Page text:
Since Ashamet is my debut the only answer I can give to this is: I’d love some. I do know some people have pre-ordered, which feels wonderful, and yes, I will be pushy enough to mention the date in my regular page in Focus magazine. After that… a Brit publisher had very kindly invited me to read as a guest at one of their own launches in July, and another has offered to add copies of Ashamet to their dealer table. (See what I mean about lovely people?) But honestly I’m really crossing my fingers and hoping that enough people will read it and give favorable reviews to spread the word. I’d far rather have other people say Ashamet is worth reading than claim it myself.
What is one thing you’d like to jump on the rooftop and scream about?
Scream, as in bad? The last time someone asked me that question I chose the remark “There’s no demand for it”, which I always heard just after I’d asked for something! But about this, I don’t think I can complain at all right now. So far for me the whole publishing experience has been a lot more fun than I expected. I might have muttered something unladylike when we had to scrap the original cover art quite late in, but then I think the new version is even better – so who’s complaining?
Okay, too much sugar for you today! Here’s a nice cup of Chamomile tea and come on over and sit under the cabana and watch the waves roll in. Now…can you tell us what you love about being a published author and how all those things above doesn’t matter because it’s all part of the whole scheme of things and you wouldn’t have it any other way?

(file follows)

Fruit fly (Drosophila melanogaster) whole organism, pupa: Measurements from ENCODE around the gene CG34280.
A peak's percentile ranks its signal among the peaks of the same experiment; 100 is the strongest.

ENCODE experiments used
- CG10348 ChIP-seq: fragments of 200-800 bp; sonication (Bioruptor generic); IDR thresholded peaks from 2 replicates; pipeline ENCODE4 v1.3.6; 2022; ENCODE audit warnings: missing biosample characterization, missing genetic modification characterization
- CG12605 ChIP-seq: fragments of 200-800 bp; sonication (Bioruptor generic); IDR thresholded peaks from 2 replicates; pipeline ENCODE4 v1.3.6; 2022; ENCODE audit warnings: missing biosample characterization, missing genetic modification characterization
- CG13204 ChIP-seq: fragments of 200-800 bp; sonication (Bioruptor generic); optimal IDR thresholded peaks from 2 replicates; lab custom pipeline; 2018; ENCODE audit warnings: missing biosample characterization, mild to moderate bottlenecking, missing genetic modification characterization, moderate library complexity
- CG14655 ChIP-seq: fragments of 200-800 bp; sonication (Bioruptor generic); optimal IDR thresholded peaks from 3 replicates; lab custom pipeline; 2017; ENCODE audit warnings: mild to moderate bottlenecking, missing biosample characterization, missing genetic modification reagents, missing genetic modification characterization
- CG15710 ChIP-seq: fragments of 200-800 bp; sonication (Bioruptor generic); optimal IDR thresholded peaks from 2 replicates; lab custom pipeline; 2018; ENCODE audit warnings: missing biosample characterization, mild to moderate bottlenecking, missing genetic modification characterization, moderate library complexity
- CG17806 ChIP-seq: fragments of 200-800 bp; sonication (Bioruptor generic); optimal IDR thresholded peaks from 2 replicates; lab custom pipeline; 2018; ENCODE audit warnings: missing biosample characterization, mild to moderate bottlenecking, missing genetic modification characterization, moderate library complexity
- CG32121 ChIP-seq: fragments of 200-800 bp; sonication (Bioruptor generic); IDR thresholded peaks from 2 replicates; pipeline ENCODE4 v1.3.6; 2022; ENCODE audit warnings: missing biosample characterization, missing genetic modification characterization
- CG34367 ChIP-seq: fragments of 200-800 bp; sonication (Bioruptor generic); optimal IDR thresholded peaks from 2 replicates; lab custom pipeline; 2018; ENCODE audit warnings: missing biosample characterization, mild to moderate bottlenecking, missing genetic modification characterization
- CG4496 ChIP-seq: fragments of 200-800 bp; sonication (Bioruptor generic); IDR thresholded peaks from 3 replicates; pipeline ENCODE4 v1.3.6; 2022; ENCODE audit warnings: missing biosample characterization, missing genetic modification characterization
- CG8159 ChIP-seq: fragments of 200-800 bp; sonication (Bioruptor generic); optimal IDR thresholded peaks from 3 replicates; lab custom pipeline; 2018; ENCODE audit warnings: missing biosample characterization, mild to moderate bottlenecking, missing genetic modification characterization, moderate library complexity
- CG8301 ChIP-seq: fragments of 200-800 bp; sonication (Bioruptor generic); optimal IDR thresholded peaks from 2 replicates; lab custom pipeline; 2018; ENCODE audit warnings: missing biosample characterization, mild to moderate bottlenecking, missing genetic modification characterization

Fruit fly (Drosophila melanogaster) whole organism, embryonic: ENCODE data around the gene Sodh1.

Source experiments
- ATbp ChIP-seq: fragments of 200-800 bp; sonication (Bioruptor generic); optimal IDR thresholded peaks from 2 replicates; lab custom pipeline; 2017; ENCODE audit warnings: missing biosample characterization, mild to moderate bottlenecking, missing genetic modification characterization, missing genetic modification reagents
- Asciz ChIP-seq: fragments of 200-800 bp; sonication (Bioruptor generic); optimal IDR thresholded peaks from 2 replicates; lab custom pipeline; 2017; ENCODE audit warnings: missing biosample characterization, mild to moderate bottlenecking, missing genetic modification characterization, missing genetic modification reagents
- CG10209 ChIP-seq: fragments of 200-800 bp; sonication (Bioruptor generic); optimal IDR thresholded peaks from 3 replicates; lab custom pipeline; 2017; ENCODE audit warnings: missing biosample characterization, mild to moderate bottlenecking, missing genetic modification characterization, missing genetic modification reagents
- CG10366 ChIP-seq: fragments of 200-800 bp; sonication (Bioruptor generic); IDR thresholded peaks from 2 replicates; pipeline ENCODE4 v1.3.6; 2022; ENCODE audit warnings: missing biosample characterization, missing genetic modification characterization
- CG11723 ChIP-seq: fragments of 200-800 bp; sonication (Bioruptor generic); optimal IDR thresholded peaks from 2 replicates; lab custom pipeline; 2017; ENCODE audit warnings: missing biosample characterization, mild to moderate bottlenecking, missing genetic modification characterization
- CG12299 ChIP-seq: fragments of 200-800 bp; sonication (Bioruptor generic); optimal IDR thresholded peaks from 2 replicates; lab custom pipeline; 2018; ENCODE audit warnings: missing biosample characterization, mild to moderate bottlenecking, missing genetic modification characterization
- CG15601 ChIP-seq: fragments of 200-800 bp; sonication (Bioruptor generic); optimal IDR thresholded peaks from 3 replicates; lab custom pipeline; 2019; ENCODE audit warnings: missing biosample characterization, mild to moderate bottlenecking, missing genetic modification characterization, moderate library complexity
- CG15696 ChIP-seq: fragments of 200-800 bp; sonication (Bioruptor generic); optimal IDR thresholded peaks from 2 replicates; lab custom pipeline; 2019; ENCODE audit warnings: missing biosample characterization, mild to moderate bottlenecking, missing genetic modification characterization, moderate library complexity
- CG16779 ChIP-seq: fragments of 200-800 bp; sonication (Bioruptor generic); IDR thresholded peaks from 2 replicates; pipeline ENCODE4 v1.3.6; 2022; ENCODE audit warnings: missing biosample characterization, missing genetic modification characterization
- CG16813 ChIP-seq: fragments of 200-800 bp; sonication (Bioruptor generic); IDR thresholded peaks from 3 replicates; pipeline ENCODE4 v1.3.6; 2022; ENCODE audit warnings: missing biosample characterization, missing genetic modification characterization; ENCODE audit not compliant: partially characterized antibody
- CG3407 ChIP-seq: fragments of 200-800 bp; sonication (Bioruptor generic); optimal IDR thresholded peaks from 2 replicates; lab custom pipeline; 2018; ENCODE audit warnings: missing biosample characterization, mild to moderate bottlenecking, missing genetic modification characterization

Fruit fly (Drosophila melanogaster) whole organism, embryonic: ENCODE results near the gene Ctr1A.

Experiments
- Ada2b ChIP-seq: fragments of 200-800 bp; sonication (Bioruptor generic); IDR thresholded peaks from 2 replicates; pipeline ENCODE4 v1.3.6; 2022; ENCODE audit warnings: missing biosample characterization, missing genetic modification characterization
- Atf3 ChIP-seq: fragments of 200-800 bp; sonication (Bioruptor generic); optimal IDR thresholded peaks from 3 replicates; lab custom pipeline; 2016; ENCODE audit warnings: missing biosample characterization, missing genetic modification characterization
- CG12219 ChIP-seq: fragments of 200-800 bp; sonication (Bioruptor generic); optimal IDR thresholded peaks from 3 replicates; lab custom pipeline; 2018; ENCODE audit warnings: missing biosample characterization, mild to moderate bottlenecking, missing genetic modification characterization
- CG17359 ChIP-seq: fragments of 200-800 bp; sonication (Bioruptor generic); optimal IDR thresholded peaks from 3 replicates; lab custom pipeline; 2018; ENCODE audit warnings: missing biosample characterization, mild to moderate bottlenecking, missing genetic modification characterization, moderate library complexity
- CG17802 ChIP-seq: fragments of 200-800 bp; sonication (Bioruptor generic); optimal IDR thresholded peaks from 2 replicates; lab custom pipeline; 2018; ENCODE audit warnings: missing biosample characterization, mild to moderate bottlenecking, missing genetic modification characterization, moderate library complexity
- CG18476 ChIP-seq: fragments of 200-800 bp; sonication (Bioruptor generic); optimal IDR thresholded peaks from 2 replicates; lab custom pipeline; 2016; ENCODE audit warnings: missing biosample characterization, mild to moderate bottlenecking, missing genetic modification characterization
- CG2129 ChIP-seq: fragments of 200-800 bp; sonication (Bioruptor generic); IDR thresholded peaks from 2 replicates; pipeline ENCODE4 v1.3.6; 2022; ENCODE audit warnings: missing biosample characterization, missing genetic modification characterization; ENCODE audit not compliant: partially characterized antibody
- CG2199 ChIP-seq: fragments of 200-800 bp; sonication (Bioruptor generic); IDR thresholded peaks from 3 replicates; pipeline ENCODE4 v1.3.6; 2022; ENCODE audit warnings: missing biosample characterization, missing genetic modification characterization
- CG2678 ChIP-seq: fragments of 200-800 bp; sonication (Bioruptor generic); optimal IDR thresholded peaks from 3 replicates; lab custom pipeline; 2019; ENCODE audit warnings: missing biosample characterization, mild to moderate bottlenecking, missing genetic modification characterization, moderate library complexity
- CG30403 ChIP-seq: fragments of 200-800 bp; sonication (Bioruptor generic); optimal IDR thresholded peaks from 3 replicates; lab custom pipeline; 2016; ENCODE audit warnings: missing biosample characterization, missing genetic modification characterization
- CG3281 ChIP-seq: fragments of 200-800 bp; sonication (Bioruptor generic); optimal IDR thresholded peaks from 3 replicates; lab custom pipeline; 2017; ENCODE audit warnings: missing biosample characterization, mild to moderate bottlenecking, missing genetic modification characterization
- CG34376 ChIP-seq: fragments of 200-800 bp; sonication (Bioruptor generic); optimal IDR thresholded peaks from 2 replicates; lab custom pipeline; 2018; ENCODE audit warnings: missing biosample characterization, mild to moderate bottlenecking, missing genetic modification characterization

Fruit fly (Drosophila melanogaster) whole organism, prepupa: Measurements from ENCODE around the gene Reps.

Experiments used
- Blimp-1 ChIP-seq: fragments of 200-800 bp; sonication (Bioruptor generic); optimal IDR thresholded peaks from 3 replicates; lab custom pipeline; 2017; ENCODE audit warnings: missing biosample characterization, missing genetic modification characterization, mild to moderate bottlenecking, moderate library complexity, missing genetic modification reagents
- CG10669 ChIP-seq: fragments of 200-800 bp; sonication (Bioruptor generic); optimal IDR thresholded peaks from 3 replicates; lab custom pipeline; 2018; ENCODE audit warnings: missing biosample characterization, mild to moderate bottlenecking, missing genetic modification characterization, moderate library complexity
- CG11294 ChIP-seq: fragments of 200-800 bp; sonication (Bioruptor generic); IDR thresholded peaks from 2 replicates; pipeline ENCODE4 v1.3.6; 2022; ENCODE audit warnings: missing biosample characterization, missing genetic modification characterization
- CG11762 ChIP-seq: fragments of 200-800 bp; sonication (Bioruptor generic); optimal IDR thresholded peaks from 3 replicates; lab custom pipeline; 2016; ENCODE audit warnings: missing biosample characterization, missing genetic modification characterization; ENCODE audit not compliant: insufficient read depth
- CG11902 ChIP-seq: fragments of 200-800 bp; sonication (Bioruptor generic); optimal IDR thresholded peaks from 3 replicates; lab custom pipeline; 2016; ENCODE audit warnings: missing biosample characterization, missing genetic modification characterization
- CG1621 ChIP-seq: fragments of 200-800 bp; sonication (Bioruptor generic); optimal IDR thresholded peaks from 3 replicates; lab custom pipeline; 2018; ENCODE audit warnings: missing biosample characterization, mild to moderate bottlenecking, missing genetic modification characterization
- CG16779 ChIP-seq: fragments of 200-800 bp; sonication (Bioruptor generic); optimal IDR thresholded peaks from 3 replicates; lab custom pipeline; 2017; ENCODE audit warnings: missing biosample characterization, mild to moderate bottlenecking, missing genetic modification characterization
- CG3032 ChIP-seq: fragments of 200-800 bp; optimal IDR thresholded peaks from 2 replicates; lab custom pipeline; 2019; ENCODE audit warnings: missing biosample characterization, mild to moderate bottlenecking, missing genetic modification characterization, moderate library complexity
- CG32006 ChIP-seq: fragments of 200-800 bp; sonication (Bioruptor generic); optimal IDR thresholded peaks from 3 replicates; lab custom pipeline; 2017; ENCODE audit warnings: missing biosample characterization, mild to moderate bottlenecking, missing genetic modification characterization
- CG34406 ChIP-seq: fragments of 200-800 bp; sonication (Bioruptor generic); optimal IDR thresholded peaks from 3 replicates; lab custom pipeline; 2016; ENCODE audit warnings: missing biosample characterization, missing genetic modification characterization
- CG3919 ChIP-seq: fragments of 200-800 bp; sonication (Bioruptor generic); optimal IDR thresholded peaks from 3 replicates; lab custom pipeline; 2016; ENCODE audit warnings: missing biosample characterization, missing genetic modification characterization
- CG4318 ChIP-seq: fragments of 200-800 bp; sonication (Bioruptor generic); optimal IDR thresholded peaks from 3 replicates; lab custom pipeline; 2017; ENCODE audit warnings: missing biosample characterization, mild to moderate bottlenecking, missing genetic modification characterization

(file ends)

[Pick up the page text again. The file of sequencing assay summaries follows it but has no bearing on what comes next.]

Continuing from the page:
I love that I’ve achieved this goal, and that someone loved Ashamet enough to ask for it.
I love having a publisher who discusses everything, and an editor who kept making me laugh and wanted words adding rather than taking out.
I love the idea that other people, I hope, will enjoy reading Ashamet, Desert-Born as much as I enjoyed writing it.
ABOUT THE BOOK
Title: Ashamet, Desert-Born
Author: Terry Jackman
Find out more on Amazon
A desert world. A warrior nation that worships its emperor as a god. But for Ashamet, its prince, a future filled with danger...
Ashamet is confident his swordsmanship, and his arranged marriage, will be enough to maintain the empire’s peace. But when a divine symbol magically appears on his arm, closely followed by an attempt on his life, he no longer knows who to trust. Worse, the strange attraction he feels toward a foreign slave could be another trap. As events unravel, too fast,Ashamet must find out if this innocent young male is a tool for his enemies--or the magic key to his survival.
"Ashamet, Desert-Born" is a debut adventure fantasy with an exotic Arabian-style setting and elements of same-sex romance.